Muslim worshippers were refused to enter for midday prayers, gathering to pray at an entrance to the compound next to the Lions' Gate entrance gate, following the installation of metal detectors and cameras.

Palestinians pray as Israeli police officers stand next to newly installed metal detectors at an entrance to the compound known to Muslims as the Noble Sanctuary in Jerusalem's Old City July 16, 2017.
Palestinians pray as Israeli police officers stand next to newly installed metal detectors at an entrance to the compound known to Muslims as the Noble Sanctuary in Jerusalem's Old City July 16, 2017.

Israel on Sunday reopened the Al-Aqsa Mosque in Jerusalem's Old City with more intensive security measures, following an attack before the holy Friday prayers for Muslims.

Religious authorities protested the installation of metal detectors which Israel says are needed due to "security concerns".

Three gates to the compound still remain closed, Palestinian monitoring groups and activists said.

Worshippers were even refused to enter the mosque for midday prayers.

Dozens of worshippers gathered to pray in front of the Lions' Gate entrance to the compound.

"We reject the changes imposed by the Israeli government," Sheikh Omar Kiswani, the director of Al-Aqsa Mosque, told reporters outside.

"We will not enter through these metal detectors."

TRT World spoke to journalist Gregg Carlstrom in Tel Aviv.

Rising tension

Israeli security forces shot dead a Palestinian in the West Bank town of Nabi Saleh early on Sunday.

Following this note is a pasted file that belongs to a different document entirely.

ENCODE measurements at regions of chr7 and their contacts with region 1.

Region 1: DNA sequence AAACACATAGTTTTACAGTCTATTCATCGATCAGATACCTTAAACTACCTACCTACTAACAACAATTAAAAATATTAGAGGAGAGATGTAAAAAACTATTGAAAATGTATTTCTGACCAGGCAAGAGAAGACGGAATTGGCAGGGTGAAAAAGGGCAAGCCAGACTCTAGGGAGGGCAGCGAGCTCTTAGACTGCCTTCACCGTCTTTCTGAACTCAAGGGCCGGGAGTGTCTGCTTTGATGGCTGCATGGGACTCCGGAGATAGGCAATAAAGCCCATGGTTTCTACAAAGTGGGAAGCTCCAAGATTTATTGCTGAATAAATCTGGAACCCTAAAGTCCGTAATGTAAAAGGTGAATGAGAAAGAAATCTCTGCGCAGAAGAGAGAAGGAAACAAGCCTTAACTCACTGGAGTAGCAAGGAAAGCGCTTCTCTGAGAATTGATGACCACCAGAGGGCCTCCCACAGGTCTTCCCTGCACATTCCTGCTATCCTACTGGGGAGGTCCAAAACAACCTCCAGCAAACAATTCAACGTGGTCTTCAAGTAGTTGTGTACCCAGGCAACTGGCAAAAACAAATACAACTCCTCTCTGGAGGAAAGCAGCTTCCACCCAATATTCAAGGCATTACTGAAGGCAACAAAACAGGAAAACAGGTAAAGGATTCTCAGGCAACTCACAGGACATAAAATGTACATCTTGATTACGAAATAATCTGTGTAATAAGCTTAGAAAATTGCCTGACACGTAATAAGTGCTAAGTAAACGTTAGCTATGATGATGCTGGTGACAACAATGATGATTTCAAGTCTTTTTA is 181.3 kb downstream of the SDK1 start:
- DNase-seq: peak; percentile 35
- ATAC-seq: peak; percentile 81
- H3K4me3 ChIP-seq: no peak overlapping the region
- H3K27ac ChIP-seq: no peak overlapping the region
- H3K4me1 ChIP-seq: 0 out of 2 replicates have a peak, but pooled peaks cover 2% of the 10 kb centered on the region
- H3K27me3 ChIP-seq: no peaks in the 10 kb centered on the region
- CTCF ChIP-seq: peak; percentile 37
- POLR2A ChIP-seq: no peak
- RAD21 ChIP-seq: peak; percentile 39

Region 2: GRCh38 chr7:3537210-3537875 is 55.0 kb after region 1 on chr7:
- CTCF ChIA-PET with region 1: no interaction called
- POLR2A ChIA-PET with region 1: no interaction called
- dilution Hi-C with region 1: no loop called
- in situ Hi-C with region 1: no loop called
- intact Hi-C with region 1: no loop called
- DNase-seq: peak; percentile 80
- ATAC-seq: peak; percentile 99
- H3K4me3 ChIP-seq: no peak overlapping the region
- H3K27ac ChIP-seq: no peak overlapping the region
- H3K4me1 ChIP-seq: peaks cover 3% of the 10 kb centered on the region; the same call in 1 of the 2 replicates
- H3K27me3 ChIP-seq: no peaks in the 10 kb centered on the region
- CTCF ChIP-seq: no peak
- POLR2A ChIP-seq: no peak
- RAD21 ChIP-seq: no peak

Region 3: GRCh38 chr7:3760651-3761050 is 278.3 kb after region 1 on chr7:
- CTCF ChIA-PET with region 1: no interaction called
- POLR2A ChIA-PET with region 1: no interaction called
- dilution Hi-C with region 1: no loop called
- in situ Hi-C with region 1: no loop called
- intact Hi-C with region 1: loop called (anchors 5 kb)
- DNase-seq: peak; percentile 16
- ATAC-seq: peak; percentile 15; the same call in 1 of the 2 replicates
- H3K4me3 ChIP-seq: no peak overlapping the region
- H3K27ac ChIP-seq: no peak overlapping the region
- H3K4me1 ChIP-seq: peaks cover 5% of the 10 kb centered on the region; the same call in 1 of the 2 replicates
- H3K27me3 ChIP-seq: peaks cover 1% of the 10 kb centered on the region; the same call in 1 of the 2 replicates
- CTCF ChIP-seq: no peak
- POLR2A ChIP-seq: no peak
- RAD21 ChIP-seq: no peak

Israel's army claims the man allegedly attempted to open fire at them.

The incident comes a day after Israeli forces illegally shut down Islam's third holiest site, the Al-Aqsa Mosque in Jerusalem's Old City, following an attack before the holy Friday prayers for Muslims.

TRT World's Ahmed al Burai discusses the shooting.

A number of Palestinian leaders expressed concerns that Tel Aviv would exploit the attacks to make changes to the status quo on the compound.

Israeli Prime Minister, however, said he told the Palestinian President Mahmoud Abbas that there would be no change to the status quo on the Al-Aqsa Mosque.

Israeli police occasionally restrict Muslim men under a certain age from entering partitions of the site, citing security concerns.

Palestinians argue that Israel's policies towards the compound are aimed at limiting Palestinian presence in the area.

Al -qsa mosque is located in Old City of Jerusalem. It is the third holiest site for Muslims after the Mosque which houses the Kaaba in Mecca and the Mosque of Prophet Muhammad in Medina.

On Saturday, Israel said it would reopen the compound and equip it with metal detectors and cameras.

Source: TRTWorld and agencies